And as to the sending of our said ambassadors to Malines for the said secret matter, if you reperuse the letter which the king your said son wrote to you with his own hand, you will perceive that the matter for which the said diet was to be held is changed otherwise that it was then, whereby it appears to us that the thing does not require such great haste as it did then. Nevertheless, when the things which were concluded between us and the king our said good cousin your son shall be sent and delivered according to the tenor of the said treaties, then we are bound and obliged by the same to send within one month after to our said good cousin [the duchess of Savoy], our ambassadors, sufficiently authorized for us and in our name to make the contract of the said marriage per verba de praesenti, which we have always been, for our part, ready and determined to do ; and that once done and accomplished, our said ambassadors shall have charge and power on our part to communicate and treat further of the said secret matter with yours and his.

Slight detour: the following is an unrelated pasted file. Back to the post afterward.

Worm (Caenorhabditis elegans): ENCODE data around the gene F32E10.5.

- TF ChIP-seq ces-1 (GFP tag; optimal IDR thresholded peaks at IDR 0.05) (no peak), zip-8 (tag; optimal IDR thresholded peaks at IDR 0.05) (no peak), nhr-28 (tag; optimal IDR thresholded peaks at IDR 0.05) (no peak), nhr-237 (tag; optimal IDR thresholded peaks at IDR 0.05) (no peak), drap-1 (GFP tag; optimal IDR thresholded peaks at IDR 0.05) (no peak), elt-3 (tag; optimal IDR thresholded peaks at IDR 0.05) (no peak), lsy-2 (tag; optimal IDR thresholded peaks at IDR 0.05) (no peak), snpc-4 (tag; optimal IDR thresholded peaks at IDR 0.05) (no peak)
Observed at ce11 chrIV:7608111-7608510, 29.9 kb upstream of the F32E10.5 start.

Praying, finally, our Lord that He will, most high, most excellent, and most mighty prince, our most dear find well-beloved brother and cousin, preserve and support you from good to better in His most holy and worthy keeping.

Written in our manor of Greenwich, the 12th day of the said month of August, the year 1506.

Signed: Your good brother and cousin, Henry.

Source – Letters and Papers Illustrative of the Reigns of Richard III and Henry VII (ed. J. Gairdner, London, 1863)